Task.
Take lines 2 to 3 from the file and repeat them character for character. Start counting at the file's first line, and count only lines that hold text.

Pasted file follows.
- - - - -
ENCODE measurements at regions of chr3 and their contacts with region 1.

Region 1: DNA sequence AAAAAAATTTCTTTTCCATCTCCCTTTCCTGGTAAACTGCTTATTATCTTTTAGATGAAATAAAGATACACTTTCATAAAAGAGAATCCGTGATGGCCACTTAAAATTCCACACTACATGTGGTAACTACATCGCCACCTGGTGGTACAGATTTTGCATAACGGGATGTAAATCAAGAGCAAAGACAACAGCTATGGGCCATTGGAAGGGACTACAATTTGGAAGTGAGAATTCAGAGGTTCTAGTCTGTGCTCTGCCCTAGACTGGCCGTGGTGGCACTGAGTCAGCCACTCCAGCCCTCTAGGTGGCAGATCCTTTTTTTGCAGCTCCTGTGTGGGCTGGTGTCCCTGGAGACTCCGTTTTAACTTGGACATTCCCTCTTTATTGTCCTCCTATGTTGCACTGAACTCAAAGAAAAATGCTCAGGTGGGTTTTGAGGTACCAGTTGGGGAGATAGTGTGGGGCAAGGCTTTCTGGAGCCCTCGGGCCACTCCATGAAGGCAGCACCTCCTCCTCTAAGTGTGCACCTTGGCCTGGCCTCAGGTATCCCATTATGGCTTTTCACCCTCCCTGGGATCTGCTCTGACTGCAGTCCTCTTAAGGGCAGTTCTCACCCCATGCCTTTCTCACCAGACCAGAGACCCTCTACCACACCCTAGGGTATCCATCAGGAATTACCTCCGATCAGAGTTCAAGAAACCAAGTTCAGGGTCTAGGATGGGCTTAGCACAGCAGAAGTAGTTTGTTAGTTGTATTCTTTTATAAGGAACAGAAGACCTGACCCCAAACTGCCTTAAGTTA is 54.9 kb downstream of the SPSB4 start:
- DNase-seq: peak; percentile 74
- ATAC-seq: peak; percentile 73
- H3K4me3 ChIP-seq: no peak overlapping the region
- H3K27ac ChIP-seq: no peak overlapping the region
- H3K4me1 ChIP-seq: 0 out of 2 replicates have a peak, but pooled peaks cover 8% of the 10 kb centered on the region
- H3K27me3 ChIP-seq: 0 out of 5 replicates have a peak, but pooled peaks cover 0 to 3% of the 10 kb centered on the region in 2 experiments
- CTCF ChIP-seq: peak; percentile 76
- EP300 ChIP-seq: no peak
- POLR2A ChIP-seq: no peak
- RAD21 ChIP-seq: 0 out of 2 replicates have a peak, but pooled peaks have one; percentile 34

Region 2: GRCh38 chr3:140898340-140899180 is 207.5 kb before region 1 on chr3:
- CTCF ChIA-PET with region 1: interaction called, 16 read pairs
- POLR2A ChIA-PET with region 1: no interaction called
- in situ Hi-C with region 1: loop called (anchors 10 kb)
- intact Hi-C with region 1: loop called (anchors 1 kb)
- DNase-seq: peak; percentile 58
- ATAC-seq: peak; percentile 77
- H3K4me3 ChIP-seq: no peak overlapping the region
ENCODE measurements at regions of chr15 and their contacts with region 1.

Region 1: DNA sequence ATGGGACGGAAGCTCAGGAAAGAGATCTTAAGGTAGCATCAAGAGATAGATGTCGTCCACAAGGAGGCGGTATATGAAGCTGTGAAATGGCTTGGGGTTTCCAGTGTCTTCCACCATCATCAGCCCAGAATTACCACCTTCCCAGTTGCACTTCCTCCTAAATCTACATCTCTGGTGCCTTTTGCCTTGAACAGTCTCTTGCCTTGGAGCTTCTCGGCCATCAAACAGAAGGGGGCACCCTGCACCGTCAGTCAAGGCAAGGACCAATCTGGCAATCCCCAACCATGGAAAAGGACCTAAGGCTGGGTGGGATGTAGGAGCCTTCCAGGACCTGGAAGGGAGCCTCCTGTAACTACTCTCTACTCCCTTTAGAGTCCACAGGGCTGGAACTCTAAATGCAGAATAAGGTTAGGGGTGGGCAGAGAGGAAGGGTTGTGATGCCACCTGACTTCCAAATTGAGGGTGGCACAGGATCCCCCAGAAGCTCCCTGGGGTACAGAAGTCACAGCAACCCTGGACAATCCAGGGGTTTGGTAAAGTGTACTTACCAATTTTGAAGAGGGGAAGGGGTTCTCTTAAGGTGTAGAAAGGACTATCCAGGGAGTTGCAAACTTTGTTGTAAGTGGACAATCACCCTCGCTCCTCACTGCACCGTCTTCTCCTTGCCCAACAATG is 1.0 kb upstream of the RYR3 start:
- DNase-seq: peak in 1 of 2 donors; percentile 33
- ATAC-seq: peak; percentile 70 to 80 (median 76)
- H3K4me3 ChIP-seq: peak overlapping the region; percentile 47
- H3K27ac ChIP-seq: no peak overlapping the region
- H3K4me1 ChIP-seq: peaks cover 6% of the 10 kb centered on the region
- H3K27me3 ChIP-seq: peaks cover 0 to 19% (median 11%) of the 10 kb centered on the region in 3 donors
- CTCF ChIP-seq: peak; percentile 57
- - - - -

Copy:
Region 1: DNA sequence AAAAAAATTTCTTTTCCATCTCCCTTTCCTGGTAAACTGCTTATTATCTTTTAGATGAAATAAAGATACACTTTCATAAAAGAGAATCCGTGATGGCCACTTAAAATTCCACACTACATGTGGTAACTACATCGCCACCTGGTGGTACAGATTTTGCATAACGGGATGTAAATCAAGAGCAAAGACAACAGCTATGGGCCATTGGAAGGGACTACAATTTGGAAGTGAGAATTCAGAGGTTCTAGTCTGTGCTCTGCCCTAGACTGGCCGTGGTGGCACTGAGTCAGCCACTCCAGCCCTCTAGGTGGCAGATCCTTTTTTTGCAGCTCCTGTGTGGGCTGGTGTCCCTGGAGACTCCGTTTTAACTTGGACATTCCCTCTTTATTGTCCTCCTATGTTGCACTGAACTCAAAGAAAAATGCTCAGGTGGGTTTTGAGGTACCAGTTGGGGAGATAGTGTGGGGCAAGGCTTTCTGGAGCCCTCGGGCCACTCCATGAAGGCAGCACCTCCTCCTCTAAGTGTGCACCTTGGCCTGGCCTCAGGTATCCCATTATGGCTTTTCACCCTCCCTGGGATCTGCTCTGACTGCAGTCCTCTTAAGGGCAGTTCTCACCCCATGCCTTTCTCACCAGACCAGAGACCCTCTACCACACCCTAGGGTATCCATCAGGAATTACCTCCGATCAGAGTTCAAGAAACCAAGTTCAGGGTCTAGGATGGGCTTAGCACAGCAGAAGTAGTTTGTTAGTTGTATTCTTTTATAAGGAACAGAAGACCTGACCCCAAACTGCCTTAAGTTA is 54.9 kb downstream of the SPSB4 start:
- DNase-seq: peak; percentile 74